When analyzing a character, examine the character’s personality, profession, acquaintances, and of course, actions.
Kurtz is greedy and overbearing. His goal is to be successful in the ivory trade, and he lets nothing stop him. He makes friends (and enemies) with the native Africans. They view him as God-like in some ways, but he also raids villages and ultimately falls into madness.
Thus, Kurtz might be seen as a symbol of a false God because of his willingness to simply overpower those whom he rules.
He might also symbolize corporate greed and obsession with domination, wealth and power seemingly his only goals.
To read an example essay about symbolism in Heart of Darkness, take a look at A Literary Analysis of the Symbolism in Heart of Darkness by Joseph Conrad.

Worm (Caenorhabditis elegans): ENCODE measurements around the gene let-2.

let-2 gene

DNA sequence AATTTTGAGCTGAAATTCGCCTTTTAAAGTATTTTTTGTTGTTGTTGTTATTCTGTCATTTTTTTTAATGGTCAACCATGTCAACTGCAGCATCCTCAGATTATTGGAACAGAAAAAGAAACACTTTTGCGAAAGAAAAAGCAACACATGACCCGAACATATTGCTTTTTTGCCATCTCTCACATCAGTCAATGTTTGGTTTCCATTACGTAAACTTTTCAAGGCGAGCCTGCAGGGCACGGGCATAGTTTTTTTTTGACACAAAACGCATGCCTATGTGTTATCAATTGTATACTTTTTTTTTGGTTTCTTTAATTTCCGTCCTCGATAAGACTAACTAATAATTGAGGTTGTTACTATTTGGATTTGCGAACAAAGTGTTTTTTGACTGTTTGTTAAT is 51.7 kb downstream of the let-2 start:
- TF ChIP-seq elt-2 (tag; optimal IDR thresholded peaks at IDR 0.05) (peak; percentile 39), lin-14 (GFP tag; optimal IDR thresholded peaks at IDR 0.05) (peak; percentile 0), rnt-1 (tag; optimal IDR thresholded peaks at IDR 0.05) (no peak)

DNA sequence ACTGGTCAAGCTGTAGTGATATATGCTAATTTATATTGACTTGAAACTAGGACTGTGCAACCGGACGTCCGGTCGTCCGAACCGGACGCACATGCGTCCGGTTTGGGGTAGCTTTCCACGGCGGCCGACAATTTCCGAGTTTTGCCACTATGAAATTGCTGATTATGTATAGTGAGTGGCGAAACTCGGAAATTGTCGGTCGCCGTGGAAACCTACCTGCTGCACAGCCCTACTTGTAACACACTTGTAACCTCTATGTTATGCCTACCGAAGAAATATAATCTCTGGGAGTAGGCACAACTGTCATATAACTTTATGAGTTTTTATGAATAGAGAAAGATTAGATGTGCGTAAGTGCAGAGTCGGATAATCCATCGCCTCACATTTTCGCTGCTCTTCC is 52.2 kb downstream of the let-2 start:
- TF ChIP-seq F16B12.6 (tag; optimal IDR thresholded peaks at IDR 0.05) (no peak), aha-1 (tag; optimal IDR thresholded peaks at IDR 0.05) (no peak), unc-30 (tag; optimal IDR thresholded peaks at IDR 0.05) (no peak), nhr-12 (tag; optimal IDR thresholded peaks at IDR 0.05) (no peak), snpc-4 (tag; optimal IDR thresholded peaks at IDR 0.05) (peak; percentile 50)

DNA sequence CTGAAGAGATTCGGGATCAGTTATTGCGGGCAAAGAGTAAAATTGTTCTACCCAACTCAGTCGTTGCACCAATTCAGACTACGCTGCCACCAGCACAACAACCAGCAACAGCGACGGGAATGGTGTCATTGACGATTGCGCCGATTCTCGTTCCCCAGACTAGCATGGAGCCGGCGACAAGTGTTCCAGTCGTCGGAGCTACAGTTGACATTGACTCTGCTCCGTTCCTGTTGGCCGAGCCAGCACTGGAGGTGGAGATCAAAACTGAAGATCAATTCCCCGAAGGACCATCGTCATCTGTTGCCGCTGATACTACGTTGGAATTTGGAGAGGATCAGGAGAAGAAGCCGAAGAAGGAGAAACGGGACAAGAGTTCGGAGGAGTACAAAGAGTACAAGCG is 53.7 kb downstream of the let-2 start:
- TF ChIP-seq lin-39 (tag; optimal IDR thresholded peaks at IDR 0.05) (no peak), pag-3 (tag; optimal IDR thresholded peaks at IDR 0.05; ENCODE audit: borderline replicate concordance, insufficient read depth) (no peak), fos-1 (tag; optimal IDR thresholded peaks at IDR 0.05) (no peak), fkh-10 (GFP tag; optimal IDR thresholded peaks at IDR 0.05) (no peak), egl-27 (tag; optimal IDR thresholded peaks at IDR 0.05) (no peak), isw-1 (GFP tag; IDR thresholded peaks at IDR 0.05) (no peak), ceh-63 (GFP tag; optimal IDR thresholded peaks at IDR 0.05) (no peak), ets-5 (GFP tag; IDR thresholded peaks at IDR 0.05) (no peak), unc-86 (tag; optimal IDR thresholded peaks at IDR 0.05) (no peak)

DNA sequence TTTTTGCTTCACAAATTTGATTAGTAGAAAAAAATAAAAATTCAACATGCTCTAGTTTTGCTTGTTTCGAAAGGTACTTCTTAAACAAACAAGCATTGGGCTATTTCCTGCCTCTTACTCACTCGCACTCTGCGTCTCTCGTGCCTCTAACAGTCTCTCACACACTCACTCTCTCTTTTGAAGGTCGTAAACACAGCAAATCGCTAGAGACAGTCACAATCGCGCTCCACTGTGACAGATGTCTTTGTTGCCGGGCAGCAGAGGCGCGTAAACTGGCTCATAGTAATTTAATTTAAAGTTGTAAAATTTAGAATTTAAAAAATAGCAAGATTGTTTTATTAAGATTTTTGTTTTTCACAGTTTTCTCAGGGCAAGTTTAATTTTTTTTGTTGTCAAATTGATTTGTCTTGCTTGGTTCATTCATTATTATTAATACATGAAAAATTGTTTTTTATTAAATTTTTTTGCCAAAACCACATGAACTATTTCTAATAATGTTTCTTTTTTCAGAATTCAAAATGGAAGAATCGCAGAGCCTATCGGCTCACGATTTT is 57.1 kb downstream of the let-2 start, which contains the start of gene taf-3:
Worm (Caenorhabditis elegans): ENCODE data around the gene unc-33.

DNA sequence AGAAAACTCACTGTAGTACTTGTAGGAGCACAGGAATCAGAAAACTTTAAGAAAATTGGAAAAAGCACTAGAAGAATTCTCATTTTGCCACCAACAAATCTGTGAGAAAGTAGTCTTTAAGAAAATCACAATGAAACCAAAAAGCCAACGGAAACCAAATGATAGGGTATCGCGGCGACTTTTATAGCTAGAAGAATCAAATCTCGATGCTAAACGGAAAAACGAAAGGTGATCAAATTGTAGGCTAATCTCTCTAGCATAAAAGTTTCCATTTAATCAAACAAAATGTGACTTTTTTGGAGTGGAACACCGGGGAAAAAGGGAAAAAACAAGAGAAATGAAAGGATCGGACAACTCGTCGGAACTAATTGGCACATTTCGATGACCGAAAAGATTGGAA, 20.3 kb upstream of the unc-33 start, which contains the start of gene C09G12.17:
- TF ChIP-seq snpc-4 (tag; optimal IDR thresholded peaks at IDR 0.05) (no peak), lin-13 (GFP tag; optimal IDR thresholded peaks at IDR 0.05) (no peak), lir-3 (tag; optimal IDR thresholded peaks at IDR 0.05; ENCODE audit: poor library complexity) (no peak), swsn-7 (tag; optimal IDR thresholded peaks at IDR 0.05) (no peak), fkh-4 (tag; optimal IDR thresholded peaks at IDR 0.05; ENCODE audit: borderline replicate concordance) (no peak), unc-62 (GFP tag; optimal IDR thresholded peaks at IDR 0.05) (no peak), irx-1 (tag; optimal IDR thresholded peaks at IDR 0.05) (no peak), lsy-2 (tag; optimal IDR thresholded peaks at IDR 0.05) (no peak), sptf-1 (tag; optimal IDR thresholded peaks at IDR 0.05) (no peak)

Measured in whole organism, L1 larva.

The theme of a piece of literature is the underlying meaning of the work. The subject is what the piece of literature is about. Don’t confuse theme with subject.
For example, a poem might be about a fish trying to escape a fisherman. The subject of the poem is a fish trying to escape. The theme of the poem, however, might be man vs. nature or the fragility of the environment.
If you’re writing about the themes in your Heart of Darkness essay, you might write about good vs. evil or hypocrisy.
Good vs. evil
Images of light and dark abound in this novella, with light often symbolizing good and darkness symbolizing evil. The title even includes the image of darkness in one’s self.
Marlow appears to want to do the right thing. But he’s uncertain of his path and struggles to make the right decisions in a world where good and evil don’t seem that cut and dry.